These masters of math moved their families across the country, some across an ocean, so they could work together. As they unpacked, the theaters in their new hometowns replaced posters for Citizen Kane with those for Casablanca, and the newspapers they unwrapped from photo frames and plates featured stories still unraveling the events at Pearl Harbor. Many still held positions at universities. Others left those sorts of jobs to think deeply in one of the many groups that worked for the armed forces, free of any other obligations aside from checking in on their families at night and feeding their brains during the day. All paused their careers and rushed to enlist so they could help crush Hitler, not with guns and brawn, but with integers and exponents.

The official name for the people inside the apartment was the Statistical Research Group, a cabal of geniuses assembled at the request of the White House and made up of people who would go on to compete for and win Nobel Prizes. The SRG was an extension of Columbia University, and they dealt mainly with statistical analysis. The Philadelphia Computing Section, another group made up entirely of women mathematicians, worked six days a week at the University of Pennsylvania on ballistics tables. Other groups with different specialties were tied to Harvard, Princeton, Brown and others, 11 in all, each a leaf at the end of a new branch of the government created to help defeat the Axis – the Department of War Math.

Actually…no. They were never officially known by such a deliciously sexy title. They were instead called the Applied Mathematics Panel, but they operated as if they were a department of war math…….]

Read the full story:

Survivorship Bias

Freedom, the State, and Selective Sensitivities

 

The Slave Ship: An Operative Architecture Responsible for the Atlantic Crossing

A concentration on a micro-argument in the context of a greater argument some subjects of which include German citizens during WWII, non-black South African citizens during Apartheid, American citizens during slavery or their encounters with native Americans, soldiers carrying out illegal orders, Israeli citizens about the Palestinians, Japanese citizens during WWII, and the list goes on seemingly forever. Here it is:

The argument of these articles in the broader context of the research exposed on this platform is simple: although architecture and design (and through them, architects and designers) cannot be held responsible for the founding logic of the genocide that constitutes the slave trade, the latter could simply have never existed without their active contribution and, as such, architecture is fundamentally responsible for the operativity of slavery. (THE FUNAMBULIST)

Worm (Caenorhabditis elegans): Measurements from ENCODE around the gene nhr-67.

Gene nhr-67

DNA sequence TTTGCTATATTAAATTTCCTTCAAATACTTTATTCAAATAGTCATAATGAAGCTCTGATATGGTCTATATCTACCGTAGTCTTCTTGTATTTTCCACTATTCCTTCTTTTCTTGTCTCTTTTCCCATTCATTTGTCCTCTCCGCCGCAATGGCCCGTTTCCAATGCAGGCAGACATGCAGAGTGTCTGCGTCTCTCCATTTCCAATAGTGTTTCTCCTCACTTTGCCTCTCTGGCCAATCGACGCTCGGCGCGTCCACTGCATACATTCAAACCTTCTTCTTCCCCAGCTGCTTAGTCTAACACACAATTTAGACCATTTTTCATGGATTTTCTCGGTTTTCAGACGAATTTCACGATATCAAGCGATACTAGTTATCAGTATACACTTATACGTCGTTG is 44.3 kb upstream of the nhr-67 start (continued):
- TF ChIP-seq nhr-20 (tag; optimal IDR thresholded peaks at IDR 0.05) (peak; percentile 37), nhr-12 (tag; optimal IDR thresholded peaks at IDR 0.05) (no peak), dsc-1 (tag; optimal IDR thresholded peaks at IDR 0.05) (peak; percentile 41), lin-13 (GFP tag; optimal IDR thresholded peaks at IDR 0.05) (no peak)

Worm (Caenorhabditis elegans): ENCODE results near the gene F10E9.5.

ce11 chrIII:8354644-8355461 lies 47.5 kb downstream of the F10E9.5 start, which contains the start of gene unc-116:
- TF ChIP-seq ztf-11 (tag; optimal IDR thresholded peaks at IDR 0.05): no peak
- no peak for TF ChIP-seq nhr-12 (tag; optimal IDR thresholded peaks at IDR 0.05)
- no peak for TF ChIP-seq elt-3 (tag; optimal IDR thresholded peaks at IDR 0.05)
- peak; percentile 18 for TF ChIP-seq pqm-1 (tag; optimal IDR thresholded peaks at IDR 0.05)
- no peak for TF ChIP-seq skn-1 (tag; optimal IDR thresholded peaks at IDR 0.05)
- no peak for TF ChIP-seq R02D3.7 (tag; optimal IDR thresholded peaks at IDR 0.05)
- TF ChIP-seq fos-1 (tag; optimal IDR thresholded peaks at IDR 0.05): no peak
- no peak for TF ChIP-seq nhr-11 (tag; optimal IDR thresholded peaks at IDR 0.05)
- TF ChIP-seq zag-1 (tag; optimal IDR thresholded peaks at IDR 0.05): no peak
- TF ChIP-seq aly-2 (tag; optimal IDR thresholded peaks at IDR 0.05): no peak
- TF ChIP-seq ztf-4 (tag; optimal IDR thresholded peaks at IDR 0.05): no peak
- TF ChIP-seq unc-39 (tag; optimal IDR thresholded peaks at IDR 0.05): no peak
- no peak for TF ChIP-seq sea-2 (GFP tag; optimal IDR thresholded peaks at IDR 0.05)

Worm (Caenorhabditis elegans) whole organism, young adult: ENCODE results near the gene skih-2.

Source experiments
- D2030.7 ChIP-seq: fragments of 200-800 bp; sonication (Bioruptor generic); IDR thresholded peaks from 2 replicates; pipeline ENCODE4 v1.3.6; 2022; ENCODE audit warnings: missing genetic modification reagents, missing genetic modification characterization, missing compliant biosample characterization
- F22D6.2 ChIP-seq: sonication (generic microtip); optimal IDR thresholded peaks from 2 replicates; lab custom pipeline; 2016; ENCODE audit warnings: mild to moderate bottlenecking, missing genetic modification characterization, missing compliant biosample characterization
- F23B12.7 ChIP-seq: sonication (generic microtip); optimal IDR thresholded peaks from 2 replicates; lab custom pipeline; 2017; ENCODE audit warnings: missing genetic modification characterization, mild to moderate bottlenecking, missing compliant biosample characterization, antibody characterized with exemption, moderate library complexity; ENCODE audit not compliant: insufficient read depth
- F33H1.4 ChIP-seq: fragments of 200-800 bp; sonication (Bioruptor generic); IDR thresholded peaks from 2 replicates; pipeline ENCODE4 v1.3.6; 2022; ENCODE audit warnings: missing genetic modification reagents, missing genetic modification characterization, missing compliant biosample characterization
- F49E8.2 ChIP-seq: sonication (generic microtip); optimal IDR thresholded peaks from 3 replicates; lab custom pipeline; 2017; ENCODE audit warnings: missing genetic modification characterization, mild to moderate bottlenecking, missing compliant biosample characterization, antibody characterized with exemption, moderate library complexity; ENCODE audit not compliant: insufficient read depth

1 SLAVESHIP

La Marie-Séraphine (1770) / Excerpt from Bertrand Guillet, La Marie-Séraphine: Navire négrier, Nantes: Editions MeMo, 2009

[… Here, more than ever, we need to forget any dissociation between the various scales of design: the plantation cabin is architecture, of course (see Clifton Ellis and Rebecca Ginsburg (eds), Cabin, Quarter, Plantation, New Haven: Yale University Press, 2010) but more broadly, any materialized form of whatever size or nature implementing the organization of bodies in space is also architecture. This includes the slave ship and its inherent tension between the fundamental cruelty of its design and the economization of life that its function requires vis-a-vis its “human cargo.”

What the example of slave ship allows, because of the world in itself it constitutes, is a representation of the holistic dimension of the weaponization of its architecture. In other words, every component of the slave ship is designed to contribute to the organization of bodies in a spatial configuration optimizing its function, as the illustrations (above and below) of the French slave ship La Marie-Séraphine (1769-1776), show well. This includes the bodies themselves: the sailors’ bodies, in their choreographed accomplishment of navigating this “vast machine” (see Rediker, 2007), the daily ‘care’ of the hundreds of bodies living under the deck, as well as the individualized or collective deadly suppression of potential forms of revolt. In The Slave Ship: A Human History (Penguin, 2007), Marcus Rediker describes the frequent deaths of these bodies during the triangular crossings, which we can interpret through a logic that shares some similarities with slavery itself: not considering bodies individually but rather, through their muscular operativity as a whole by the ship’s captain and owners. Nevertheless, the sailors’ bodies are not the only one engaged in the holistic optimization of the slave ship through its design. The imprisoned African bodies themselves, through the deliberate overpopulation of their space (see past article), were involuntarily acting as as much walls for each other — the illustrations presented here was drawn by the ship’s officer, not an abolitionist and, as such, is very likely to have minimized the amount of bodies present — in particular when these bodies were handcuffed by two, as Rediker describes in his book.]